This is a well written and detailed book. You can tell that the authors know in detail the Raspberry Pi, in fact one of the authors is a co-creator of the Raspberry Pi.

Not only does the book give a simple explanation, but it also goes into great detail and includes diagrams and drawings to help explain the processes.

This is a book that you can pick up anytime and start reading anywhere. I can remember the old ZX81, ZX Spectrum, Amiga and C64 days and this book bought some of those memories of many hours programming the Spectrum. I did not know how the components interacted, but can still remember the PEEK and POKE commands.

If you are interested in the Raspberry Pi or on how computers work, this is a great starting point.

I enjoyed reading it even though some of the topics went way over my head.
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Format: Paperback Verified Purchase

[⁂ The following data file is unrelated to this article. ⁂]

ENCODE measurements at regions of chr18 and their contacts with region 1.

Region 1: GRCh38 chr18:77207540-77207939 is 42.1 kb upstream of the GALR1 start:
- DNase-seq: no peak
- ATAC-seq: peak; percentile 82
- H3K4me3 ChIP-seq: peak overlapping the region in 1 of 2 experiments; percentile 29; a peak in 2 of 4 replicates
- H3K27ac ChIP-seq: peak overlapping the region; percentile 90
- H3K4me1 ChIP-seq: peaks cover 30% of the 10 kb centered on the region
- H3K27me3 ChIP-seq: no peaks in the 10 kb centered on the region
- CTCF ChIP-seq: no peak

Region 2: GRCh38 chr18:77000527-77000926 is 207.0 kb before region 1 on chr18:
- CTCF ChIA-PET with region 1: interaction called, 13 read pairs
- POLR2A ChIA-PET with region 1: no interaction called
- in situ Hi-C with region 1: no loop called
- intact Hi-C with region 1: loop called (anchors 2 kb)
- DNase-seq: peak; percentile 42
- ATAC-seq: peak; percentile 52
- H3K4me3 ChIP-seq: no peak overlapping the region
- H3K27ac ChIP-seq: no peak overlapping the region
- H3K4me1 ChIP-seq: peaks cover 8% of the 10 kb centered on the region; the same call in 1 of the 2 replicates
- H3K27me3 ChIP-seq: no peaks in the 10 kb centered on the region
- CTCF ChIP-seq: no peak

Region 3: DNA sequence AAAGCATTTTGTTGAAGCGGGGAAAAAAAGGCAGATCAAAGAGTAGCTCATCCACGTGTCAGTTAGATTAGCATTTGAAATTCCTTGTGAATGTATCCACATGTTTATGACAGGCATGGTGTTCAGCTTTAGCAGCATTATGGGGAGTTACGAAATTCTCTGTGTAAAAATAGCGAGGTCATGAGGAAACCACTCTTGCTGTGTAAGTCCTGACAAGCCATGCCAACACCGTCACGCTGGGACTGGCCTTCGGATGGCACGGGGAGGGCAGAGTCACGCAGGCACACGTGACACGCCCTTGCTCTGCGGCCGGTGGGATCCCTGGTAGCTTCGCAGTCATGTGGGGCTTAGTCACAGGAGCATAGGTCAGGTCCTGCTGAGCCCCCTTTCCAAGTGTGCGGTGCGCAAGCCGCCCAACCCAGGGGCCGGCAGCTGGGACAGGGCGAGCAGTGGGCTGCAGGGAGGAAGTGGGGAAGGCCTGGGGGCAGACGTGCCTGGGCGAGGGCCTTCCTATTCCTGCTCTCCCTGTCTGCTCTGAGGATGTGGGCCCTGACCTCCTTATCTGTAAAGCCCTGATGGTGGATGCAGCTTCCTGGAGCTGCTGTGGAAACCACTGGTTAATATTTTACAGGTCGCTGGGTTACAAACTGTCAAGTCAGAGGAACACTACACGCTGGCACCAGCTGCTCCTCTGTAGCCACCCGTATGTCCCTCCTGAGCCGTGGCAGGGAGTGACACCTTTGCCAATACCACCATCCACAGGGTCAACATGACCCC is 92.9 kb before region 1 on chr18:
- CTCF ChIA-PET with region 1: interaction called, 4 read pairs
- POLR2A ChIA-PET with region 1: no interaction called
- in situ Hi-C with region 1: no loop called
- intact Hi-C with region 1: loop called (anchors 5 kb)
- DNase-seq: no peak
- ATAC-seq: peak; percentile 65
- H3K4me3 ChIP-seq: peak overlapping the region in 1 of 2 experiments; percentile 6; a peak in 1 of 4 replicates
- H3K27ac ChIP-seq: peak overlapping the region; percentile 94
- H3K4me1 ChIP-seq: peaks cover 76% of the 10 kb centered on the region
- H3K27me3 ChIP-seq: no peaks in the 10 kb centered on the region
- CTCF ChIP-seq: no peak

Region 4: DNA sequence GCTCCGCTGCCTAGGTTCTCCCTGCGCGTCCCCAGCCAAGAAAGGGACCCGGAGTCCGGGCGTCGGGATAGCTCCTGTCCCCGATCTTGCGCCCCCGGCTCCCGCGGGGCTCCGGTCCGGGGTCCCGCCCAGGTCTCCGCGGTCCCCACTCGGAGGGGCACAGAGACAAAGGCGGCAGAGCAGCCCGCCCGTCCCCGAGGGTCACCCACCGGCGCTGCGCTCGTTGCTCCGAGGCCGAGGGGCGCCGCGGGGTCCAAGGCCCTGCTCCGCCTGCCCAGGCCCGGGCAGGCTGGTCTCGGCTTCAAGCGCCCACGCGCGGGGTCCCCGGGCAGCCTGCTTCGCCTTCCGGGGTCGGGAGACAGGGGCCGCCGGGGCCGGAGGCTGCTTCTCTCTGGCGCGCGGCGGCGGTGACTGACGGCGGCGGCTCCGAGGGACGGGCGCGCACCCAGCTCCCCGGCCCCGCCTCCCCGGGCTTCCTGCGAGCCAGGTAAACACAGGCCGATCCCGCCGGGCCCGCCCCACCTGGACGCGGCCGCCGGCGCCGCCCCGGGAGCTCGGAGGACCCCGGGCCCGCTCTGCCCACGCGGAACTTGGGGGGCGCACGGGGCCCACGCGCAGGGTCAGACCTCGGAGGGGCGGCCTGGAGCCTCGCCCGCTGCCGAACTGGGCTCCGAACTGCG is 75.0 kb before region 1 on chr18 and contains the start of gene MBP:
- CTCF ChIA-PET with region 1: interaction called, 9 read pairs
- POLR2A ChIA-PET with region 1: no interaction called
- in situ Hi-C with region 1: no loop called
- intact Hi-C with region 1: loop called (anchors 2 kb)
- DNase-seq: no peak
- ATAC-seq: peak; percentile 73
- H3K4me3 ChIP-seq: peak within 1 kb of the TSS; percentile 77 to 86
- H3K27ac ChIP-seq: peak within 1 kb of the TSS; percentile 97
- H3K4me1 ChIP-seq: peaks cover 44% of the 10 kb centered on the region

I'm shocked that there haven't been any other reviews for this yet - I can only assume it's because everyone who's bought it has been glued to the pages and far too engrossed to do anything else!

Written by a who's who of authors, this book runs through everything you could ever want to know (and a lot that you didn't know you wanted to know) about your raspberry pi - from the chips on the board and the instructions that control them, to the software that runs on top of the hardware and opens up the wonderful architecture to experimentation!

This book is far removed from a dry hard slog - yes, it's a technical book, however given the subject matter and the broad scope of the book, it could very well have gone down the academic route and been another dusty reference to dip in to for esoteric information. Luckily it carries with it (unsurprisingly, given one of the authors) the same ethos as the raspberry foundation - one that encourages exploration and learning, not just for learning's sake, but also for fun and experimentation.

I love this book and recommend it highly to anyone wanting to know more about their little board - it's definitely a wonderful resource and gives a great grounding for those of us coming to computer science from other fields of study... and for those of us that like to see things that flash, make noise and cause us to stare in disbelief and absolute joy at when a project comes together.